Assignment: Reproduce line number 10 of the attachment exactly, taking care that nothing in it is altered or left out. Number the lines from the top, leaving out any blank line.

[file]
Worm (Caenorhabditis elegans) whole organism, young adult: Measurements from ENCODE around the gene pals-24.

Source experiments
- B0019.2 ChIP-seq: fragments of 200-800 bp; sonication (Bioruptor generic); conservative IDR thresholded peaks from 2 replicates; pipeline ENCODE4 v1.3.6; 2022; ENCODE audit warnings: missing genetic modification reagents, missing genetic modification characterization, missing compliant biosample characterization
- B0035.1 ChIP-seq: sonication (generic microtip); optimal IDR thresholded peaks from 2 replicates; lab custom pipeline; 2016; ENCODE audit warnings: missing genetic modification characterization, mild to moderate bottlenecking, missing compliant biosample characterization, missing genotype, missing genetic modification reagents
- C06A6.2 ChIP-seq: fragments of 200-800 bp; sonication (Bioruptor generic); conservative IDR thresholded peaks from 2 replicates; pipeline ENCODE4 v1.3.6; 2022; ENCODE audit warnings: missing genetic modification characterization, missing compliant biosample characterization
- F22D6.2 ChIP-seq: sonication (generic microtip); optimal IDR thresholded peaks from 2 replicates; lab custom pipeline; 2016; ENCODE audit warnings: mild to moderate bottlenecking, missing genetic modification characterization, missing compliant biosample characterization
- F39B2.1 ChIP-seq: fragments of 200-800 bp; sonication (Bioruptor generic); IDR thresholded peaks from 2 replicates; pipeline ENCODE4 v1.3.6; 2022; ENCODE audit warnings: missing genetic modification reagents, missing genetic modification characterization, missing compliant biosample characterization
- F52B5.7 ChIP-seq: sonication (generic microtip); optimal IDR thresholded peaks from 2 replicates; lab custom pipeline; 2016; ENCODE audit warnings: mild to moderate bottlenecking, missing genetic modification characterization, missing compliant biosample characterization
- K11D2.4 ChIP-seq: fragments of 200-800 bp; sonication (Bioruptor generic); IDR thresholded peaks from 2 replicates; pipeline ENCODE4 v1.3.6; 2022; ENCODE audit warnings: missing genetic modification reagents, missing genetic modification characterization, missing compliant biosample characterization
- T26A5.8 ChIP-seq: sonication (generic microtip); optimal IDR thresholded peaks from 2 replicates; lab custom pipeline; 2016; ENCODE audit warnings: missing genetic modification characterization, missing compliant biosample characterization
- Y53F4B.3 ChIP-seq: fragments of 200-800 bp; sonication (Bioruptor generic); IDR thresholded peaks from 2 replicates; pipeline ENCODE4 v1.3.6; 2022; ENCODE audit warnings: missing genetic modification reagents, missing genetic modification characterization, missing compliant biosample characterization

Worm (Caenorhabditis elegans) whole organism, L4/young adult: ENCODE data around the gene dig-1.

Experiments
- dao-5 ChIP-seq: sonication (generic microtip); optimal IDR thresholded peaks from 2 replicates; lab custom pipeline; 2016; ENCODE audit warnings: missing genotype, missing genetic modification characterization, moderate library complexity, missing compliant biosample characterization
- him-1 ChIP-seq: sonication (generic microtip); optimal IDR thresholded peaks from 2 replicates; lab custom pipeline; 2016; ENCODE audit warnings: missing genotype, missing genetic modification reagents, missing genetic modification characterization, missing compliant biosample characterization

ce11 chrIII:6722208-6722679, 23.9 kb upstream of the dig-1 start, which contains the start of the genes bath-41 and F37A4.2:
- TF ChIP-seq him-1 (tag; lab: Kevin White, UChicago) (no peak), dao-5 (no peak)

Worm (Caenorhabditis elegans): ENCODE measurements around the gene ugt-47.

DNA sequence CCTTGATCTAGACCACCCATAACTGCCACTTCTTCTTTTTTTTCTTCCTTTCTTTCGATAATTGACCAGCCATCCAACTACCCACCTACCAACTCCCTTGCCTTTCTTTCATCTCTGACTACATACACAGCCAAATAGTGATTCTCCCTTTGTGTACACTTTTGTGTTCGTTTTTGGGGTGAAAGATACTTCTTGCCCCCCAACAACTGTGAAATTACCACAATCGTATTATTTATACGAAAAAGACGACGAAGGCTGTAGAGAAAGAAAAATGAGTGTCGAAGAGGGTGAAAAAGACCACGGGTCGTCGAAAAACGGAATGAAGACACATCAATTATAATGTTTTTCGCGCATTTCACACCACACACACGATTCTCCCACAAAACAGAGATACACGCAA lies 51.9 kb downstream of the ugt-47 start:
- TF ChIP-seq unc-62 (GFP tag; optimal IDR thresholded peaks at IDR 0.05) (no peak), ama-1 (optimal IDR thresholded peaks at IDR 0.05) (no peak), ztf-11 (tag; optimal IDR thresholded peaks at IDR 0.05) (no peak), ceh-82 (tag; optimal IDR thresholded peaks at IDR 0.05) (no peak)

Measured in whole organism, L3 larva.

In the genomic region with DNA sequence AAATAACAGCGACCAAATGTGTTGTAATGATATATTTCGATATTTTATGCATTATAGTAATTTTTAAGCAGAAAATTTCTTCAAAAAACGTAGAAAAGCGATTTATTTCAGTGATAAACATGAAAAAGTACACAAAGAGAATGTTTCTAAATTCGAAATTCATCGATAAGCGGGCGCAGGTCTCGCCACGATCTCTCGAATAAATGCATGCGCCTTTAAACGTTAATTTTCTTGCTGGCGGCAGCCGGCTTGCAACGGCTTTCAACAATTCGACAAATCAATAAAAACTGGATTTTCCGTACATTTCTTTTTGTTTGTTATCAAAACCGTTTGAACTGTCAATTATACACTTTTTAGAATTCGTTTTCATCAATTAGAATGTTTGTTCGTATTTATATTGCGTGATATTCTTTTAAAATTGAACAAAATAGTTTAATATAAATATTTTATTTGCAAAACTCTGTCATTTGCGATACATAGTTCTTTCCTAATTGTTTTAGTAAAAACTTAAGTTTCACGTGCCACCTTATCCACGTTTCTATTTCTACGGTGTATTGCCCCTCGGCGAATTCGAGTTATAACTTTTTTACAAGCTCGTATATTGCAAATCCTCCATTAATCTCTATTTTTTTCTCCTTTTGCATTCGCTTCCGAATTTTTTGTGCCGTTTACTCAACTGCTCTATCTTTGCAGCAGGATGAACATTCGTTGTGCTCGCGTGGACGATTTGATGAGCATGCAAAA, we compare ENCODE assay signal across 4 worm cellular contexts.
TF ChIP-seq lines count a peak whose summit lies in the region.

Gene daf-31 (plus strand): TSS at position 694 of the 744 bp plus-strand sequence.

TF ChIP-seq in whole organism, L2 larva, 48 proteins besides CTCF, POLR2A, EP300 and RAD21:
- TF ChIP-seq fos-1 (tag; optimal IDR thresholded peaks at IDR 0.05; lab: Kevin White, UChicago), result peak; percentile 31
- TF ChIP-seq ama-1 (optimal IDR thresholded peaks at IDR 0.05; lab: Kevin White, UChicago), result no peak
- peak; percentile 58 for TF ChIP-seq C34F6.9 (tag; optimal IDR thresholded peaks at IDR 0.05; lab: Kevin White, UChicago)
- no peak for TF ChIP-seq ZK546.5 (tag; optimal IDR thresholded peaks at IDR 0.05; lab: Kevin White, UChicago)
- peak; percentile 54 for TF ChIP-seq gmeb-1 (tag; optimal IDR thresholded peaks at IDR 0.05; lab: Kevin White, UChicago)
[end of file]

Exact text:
- T26A5.8 ChIP-seq: sonication (generic microtip); optimal IDR thresholded peaks from 2 replicates; lab custom pipeline; 2016; ENCODE audit warnings: missing genetic modification characterization, missing compliant biosample characterization